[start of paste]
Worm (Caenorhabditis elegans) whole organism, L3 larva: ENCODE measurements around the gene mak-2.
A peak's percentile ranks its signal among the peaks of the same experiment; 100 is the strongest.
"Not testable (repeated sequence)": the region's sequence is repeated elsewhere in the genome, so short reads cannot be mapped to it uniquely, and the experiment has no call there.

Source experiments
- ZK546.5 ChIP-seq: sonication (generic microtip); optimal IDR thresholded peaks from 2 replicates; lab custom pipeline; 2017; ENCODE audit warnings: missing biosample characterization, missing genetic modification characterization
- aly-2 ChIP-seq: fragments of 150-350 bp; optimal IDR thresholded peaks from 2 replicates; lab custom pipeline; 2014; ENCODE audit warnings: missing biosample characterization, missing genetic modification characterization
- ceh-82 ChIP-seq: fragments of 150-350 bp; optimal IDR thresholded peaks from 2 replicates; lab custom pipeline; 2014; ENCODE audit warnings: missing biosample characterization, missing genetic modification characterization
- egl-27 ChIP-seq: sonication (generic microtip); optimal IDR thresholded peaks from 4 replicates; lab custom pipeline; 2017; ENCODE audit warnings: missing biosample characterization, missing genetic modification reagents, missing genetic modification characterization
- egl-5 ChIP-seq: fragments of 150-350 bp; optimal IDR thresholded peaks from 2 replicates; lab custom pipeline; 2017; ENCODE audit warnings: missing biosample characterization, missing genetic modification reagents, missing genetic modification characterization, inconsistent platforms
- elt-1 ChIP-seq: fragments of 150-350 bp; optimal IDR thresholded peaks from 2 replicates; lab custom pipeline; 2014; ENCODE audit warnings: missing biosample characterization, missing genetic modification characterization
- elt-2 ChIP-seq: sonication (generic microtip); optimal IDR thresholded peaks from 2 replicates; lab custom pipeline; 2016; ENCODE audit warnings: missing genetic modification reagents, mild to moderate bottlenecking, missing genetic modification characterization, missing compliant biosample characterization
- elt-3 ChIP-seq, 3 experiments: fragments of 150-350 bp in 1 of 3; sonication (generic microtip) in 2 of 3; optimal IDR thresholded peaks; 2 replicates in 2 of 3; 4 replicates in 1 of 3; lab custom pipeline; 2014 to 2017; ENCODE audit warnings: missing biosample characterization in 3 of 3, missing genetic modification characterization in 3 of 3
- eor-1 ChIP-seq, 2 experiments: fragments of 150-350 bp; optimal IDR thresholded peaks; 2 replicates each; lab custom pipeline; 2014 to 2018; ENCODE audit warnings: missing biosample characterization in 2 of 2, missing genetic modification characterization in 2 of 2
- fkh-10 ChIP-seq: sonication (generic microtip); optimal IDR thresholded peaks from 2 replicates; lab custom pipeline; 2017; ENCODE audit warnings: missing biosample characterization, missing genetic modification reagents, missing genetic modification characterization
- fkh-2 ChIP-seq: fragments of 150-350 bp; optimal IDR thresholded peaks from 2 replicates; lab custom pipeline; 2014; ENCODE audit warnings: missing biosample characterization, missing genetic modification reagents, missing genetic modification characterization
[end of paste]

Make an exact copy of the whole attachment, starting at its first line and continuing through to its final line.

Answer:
Worm (Caenorhabditis elegans) whole organism, L3 larva: ENCODE measurements around the gene mak-2.
A peak's percentile ranks its signal among the peaks of the same experiment; 100 is the strongest.
"Not testable (repeated sequence)": the region's sequence is repeated elsewhere in the genome, so short reads cannot be mapped to it uniquely, and the experiment has no call there.

Source experiments
- ZK546.5 ChIP-seq: sonication (generic microtip); optimal IDR thresholded peaks from 2 replicates; lab custom pipeline; 2017; ENCODE audit warnings: missing biosample characterization, missing genetic modification characterization
- aly-2 ChIP-seq: fragments of 150-350 bp; optimal IDR thresholded peaks from 2 replicates; lab custom pipeline; 2014; ENCODE audit warnings: missing biosample characterization, missing genetic modification characterization
- ceh-82 ChIP-seq: fragments of 150-350 bp; optimal IDR thresholded peaks from 2 replicates; lab custom pipeline; 2014; ENCODE audit warnings: missing biosample characterization, missing genetic modification characterization
- egl-27 ChIP-seq: sonication (generic microtip); optimal IDR thresholded peaks from 4 replicates; lab custom pipeline; 2017; ENCODE audit warnings: missing biosample characterization, missing genetic modification reagents, missing genetic modification characterization
- egl-5 ChIP-seq: fragments of 150-350 bp; optimal IDR thresholded peaks from 2 replicates; lab custom pipeline; 2017; ENCODE audit warnings: missing biosample characterization, missing genetic modification reagents, missing genetic modification characterization, inconsistent platforms
- elt-1 ChIP-seq: fragments of 150-350 bp; optimal IDR thresholded peaks from 2 replicates; lab custom pipeline; 2014; ENCODE audit warnings: missing biosample characterization, missing genetic modification characterization
- elt-2 ChIP-seq: sonication (generic microtip); optimal IDR thresholded peaks from 2 replicates; lab custom pipeline; 2016; ENCODE audit warnings: missing genetic modification reagents, mild to moderate bottlenecking, missing genetic modification characterization, missing compliant biosample characterization
- elt-3 ChIP-seq, 3 experiments: fragments of 150-350 bp in 1 of 3; sonication (generic microtip) in 2 of 3; optimal IDR thresholded peaks; 2 replicates in 2 of 3; 4 replicates in 1 of 3; lab custom pipeline; 2014 to 2017; ENCODE audit warnings: missing biosample characterization in 3 of 3, missing genetic modification characterization in 3 of 3
- eor-1 ChIP-seq, 2 experiments: fragments of 150-350 bp; optimal IDR thresholded peaks; 2 replicates each; lab custom pipeline; 2014 to 2018; ENCODE audit warnings: missing biosample characterization in 2 of 2, missing genetic modification characterization in 2 of 2
- fkh-10 ChIP-seq: sonication (generic microtip); optimal IDR thresholded peaks from 2 replicates; lab custom pipeline; 2017; ENCODE audit warnings: missing biosample characterization, missing genetic modification reagents, missing genetic modification characterization
- fkh-2 ChIP-seq: fragments of 150-350 bp; optimal IDR thresholded peaks from 2 replicates; lab custom pipeline; 2014; ENCODE audit warnings: missing biosample characterization, missing genetic modification reagents, missing genetic modification characterization